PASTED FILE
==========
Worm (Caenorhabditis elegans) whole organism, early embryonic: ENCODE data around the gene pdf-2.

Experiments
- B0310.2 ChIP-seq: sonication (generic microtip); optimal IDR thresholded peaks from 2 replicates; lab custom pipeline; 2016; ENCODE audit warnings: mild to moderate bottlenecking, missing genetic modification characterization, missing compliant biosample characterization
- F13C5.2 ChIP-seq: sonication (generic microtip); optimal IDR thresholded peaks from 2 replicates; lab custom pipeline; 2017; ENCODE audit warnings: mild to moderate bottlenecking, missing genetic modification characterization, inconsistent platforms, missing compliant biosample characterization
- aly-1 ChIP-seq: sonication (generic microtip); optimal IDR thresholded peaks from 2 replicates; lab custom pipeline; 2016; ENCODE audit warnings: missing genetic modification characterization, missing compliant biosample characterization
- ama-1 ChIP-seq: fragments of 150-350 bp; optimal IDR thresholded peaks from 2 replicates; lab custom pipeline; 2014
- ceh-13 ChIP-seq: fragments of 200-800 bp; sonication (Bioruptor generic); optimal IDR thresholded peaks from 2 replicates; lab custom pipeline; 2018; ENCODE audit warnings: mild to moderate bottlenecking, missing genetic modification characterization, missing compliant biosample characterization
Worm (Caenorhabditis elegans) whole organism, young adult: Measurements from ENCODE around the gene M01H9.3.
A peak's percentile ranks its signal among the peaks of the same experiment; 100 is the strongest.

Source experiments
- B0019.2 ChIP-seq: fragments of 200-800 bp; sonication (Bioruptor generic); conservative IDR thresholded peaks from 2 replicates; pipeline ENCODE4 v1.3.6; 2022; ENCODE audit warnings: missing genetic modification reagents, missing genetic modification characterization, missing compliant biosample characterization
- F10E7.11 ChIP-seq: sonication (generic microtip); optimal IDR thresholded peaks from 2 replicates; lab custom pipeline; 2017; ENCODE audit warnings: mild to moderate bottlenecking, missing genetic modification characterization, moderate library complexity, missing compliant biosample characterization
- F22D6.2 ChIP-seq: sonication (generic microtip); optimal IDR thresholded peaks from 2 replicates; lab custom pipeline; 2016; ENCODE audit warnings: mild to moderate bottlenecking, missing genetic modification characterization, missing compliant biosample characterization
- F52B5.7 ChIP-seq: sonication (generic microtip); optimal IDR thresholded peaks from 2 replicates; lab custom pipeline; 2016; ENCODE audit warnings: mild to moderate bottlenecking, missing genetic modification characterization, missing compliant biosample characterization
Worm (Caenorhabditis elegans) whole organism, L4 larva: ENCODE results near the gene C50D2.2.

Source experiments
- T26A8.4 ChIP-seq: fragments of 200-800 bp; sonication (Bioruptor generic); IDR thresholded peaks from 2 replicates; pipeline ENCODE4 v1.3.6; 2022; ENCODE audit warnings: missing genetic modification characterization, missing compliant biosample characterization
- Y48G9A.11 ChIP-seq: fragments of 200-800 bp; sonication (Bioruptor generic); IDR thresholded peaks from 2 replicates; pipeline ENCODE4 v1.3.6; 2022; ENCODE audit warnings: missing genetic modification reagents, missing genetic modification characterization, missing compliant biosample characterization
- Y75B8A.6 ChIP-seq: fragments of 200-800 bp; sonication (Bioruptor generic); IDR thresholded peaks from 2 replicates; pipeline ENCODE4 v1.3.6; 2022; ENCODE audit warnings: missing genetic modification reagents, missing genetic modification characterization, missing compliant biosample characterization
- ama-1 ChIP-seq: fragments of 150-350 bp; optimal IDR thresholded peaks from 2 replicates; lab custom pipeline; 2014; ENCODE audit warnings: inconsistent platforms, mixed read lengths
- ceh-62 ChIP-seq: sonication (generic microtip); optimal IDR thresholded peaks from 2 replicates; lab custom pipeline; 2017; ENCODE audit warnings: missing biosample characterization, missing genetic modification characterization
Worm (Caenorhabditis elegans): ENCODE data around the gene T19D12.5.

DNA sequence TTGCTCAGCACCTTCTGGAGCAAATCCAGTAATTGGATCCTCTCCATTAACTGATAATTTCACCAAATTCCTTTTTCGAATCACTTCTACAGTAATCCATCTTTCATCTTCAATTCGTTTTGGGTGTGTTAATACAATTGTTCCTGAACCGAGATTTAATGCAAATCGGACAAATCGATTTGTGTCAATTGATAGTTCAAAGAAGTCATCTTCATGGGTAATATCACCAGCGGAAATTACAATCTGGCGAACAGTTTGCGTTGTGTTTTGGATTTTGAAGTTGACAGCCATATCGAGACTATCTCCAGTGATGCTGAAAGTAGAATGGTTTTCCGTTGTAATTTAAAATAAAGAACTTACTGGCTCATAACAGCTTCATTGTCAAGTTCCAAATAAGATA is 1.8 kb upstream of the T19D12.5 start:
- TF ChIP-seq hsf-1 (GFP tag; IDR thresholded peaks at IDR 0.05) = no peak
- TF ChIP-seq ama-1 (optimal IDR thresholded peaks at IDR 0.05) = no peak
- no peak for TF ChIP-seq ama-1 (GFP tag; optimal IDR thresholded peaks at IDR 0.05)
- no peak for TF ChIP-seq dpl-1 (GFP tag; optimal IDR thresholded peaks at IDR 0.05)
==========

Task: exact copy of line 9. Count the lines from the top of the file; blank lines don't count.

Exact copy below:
A peak's percentile ranks its signal among the peaks of the same experiment; 100 is the strongest.